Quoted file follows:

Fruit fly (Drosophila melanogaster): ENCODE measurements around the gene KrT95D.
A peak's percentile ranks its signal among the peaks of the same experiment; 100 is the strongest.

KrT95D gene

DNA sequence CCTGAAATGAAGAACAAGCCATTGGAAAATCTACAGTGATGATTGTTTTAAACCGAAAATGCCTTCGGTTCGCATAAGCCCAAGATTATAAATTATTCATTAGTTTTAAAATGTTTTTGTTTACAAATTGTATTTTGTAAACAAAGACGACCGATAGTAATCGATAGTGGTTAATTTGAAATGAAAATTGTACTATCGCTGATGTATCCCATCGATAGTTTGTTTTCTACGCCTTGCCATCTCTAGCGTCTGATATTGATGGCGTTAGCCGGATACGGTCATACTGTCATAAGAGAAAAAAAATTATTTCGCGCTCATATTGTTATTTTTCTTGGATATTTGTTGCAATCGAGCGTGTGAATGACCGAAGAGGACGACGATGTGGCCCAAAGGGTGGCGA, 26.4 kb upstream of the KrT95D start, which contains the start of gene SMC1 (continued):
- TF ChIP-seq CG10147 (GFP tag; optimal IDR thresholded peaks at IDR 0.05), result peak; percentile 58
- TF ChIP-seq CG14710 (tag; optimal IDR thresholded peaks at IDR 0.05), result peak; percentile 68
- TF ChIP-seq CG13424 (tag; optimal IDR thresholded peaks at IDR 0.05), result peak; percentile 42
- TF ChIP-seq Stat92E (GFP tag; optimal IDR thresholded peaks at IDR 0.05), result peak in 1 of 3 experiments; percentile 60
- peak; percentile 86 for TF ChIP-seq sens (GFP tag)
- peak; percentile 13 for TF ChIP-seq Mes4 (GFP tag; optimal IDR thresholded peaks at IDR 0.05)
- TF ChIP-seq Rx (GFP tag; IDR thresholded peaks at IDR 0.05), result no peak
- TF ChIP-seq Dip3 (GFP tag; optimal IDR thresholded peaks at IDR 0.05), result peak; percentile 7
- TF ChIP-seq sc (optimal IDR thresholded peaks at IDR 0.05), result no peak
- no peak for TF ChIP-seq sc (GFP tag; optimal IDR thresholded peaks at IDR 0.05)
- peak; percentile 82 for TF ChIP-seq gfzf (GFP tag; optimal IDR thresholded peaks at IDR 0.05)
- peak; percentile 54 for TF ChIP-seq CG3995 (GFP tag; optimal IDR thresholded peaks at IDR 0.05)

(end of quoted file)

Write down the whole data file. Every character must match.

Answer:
Fruit fly (Drosophila melanogaster): ENCODE measurements around the gene KrT95D.
A peak's percentile ranks its signal among the peaks of the same experiment; 100 is the strongest.

KrT95D gene

DNA sequence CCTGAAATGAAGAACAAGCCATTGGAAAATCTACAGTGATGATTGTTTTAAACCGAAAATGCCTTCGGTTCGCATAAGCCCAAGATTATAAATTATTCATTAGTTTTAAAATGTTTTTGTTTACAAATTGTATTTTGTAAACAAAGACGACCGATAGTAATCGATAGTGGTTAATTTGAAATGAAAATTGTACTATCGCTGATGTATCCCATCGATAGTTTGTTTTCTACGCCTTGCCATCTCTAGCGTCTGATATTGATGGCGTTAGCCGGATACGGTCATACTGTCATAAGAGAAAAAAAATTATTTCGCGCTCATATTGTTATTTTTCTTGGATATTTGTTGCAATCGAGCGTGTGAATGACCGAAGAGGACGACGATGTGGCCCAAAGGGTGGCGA, 26.4 kb upstream of the KrT95D start, which contains the start of gene SMC1 (continued):
- TF ChIP-seq CG10147 (GFP tag; optimal IDR thresholded peaks at IDR 0.05), result peak; percentile 58
- TF ChIP-seq CG14710 (tag; optimal IDR thresholded peaks at IDR 0.05), result peak; percentile 68
- TF ChIP-seq CG13424 (tag; optimal IDR thresholded peaks at IDR 0.05), result peak; percentile 42
- TF ChIP-seq Stat92E (GFP tag; optimal IDR thresholded peaks at IDR 0.05), result peak in 1 of 3 experiments; percentile 60
- peak; percentile 86 for TF ChIP-seq sens (GFP tag)
- peak; percentile 13 for TF ChIP-seq Mes4 (GFP tag; optimal IDR thresholded peaks at IDR 0.05)
- TF ChIP-seq Rx (GFP tag; IDR thresholded peaks at IDR 0.05), result no peak
- TF ChIP-seq Dip3 (GFP tag; optimal IDR thresholded peaks at IDR 0.05), result peak; percentile 7
- TF ChIP-seq sc (optimal IDR thresholded peaks at IDR 0.05), result no peak
- no peak for TF ChIP-seq sc (GFP tag; optimal IDR thresholded peaks at IDR 0.05)
- peak; percentile 82 for TF ChIP-seq gfzf (GFP tag; optimal IDR thresholded peaks at IDR 0.05)
- peak; percentile 54 for TF ChIP-seq CG3995 (GFP tag; optimal IDR thresholded peaks at IDR 0.05)